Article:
Ninety-three percent of construction firms currently have job openings, and nearly as many, 91%, are having difficulty filling those open positions—especially jobs requiring skilled craft workers—according to a survey conducted by the Associated General Contractors of America and technology vendor Autodesk. Additionally, 70% of survey respondents also reported having difficulty finding salaried employees.

"One of the main reasons labor shortages are so severe in the construction industry is that most job candidates simply are not qualified to work in the industry," said Ken Simonson, AGC chief economist, who oversaw the survey. Simonson added that 77% of respondents stated that they are not able to fill open positions is because "available candidates lack the skills needed to work in construction or cannot pass a drug test."

All types of construction companies are experiencing similar challenges. Nearly identical results were reported by contractors that exclusively use union craft labor or are open-shop employers, and regardless of firms' size, geographic region or industry segments.

AGC conducted the survey of its members in July and August 2022. A total of 1,266 individuals from a broad range of contractor types and sizes completed the survey. Among responding firms that identified their market segments, 68% said they are involved in building construction, 35% highway and transportation construction, 32% perform federal construction projects and 27% work on utility infrastructure projects.

Stepping In to Build Careers

Respondents are not waiting around for fresh hiring candidates. More than half (51%) of the contractors surveyed—up from 37% in the 2021 survey—reported they've used a career-building program at high schools, colleges or career and technical education programs. Thirty-nine percent said they have tried online strategies, like using Instagram Live, to better connect with younger applicants. Between one-third and one-quarter of the contractors said they used an executive search firm or professional employer organization (32% of respondents), craft staffing company (30%), software to distribute job postings and manage applicants (29%), or engaged with a government workforce development or unemployment agency (28%). Roughly 22% of firms added or increased their use of unions or of specialty contractors to meet labor needs. Just 6% applied for employment-based visas, such as H-1B or H-2B.

Approximately 86% of respondents reported raising base pay for their workers. Meanwhile, 70% have passed along rising materials costs to project owners during the past year, with 58% of respondents reporting that owners canceled, postponed or scaled back projects due to increasing costs.

Allison Scott, director of customer experience and industry advocacy at Autodesk, said that there were some encouraging signs in what contractors were saying about their recruitment efforts. 

"Twenty-five percent are enhancing their online learning," she said. "Autodesk has increased investment in our learning initiatives specifically for construction. And we're seeing similar growth in digital learning."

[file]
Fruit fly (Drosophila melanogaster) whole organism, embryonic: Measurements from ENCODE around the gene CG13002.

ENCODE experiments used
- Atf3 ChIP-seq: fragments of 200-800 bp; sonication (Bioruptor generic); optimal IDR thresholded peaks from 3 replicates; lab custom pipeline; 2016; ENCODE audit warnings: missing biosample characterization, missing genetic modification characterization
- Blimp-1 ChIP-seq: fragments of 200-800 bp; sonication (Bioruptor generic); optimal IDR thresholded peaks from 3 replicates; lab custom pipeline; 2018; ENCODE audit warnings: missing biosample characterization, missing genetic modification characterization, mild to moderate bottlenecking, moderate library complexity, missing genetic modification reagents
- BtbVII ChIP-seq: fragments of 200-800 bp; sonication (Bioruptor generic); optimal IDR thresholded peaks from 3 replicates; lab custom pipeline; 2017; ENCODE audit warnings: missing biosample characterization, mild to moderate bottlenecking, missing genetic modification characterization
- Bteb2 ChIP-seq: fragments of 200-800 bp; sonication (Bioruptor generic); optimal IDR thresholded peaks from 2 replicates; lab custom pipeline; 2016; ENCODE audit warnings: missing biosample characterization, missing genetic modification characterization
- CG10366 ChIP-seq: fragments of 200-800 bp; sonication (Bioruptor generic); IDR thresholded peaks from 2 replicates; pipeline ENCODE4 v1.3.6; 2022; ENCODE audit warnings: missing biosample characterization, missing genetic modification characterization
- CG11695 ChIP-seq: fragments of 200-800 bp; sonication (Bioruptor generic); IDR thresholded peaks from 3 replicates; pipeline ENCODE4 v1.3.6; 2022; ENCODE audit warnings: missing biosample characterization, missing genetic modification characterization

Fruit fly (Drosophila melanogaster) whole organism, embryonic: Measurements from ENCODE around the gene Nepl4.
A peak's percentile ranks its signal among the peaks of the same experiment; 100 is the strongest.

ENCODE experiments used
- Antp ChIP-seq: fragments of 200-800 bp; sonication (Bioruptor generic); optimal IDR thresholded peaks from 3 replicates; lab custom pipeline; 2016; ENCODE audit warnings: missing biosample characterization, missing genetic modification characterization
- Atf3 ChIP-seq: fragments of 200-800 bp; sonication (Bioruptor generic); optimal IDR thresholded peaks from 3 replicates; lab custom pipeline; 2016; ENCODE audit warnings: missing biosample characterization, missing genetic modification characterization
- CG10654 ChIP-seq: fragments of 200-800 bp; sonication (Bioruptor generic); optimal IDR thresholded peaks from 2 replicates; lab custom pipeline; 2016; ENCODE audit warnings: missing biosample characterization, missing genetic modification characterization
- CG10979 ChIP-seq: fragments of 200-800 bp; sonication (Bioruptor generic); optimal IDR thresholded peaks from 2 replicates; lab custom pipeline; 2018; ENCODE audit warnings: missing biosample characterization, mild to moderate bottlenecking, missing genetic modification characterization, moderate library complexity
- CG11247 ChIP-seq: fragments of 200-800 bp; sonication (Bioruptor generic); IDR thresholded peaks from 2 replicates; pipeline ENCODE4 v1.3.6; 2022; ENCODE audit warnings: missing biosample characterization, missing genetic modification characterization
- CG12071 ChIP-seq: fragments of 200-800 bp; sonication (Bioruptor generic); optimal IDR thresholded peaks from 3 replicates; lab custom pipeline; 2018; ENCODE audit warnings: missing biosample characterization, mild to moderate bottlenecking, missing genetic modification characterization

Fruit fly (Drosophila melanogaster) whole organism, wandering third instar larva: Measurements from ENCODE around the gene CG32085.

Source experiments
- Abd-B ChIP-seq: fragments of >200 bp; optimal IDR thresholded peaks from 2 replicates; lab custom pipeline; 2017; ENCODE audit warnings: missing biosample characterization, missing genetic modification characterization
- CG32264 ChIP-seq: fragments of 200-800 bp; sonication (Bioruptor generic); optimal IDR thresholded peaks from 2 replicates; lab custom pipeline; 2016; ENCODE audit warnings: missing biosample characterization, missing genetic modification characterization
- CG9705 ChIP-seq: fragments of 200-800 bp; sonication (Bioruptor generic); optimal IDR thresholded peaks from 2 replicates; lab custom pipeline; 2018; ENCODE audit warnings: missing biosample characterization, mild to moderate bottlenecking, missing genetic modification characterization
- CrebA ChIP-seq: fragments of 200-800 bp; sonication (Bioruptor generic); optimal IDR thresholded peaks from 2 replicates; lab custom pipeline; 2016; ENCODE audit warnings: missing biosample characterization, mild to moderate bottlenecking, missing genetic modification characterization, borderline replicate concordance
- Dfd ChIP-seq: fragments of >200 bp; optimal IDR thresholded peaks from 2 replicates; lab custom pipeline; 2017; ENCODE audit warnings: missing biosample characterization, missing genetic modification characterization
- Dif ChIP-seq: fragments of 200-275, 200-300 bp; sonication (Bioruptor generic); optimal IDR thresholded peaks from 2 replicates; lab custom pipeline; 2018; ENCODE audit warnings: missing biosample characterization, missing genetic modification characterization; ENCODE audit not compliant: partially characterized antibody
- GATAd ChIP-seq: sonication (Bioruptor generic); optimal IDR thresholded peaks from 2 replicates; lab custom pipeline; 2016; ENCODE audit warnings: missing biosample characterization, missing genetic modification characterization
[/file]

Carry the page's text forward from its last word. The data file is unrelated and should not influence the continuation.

With the Biden administration recently announcing a $10,000-per-borrower student loan forgiveness program, careers in both salaried and the skilled trades should be more attractive to young people considering changing careers or getting in on construction at the ground floor, said Stephen Sines, vice President of operations at the Morganti Group in West Palm Beach, Fla.

Sines shared a story about how he had recently interviewed a job candidate who had previously been in the hospitality and office management fields.

"What we look for is not immediately do they have the skill set we need, but are they trainable? Are they sophisticated? Can they pick up on it quickly?," he said. 

Sines said construction is providing better opportunities for people who want to move up to a better career in his community. He asked the job candidate if her previous job was hourly or salaried and she said it was hourly. "I said, 'well, with Morganti, you would be a salary-paid employee,'" he explained.

Brian Turmail, vice president of public affairs and strategy at AGC, said enticing underemployed or under-compensated college graduates into careers in construction is a focus of the trade group and programs such as "Trade Up 2 Construction," a campaign from the AGC of Washington State and member contractor North Star Enterprises.

"So many people know there's not one way into the construction industry and it's not always a clear path for a lot of people," said Cheryl Stewart, executive director of the Inland Northwest AGC. Stewart said that with Trade Up 2 Construction, the Inland Northwest AGC will have counselors to talk to candidates to help get them onto the right pathway for a successful and long career in construction.

Other contractors on the August 31 press conference call said that they are also stepping up efforts to recruit people in both high school and mid-career due to what they said were an unprecedented level of openings and work.

"We've seen tremendous growth in every market category that we have in Oklahoma and anybody else has in industrial and commercial construction," said Brandon Bull, area lead at Lithko Contracting in Oklahoma City. "There's dramatic competition for craft in general. For the first time since I've been around, we've actually lost people to the housing industry, which has never happened before."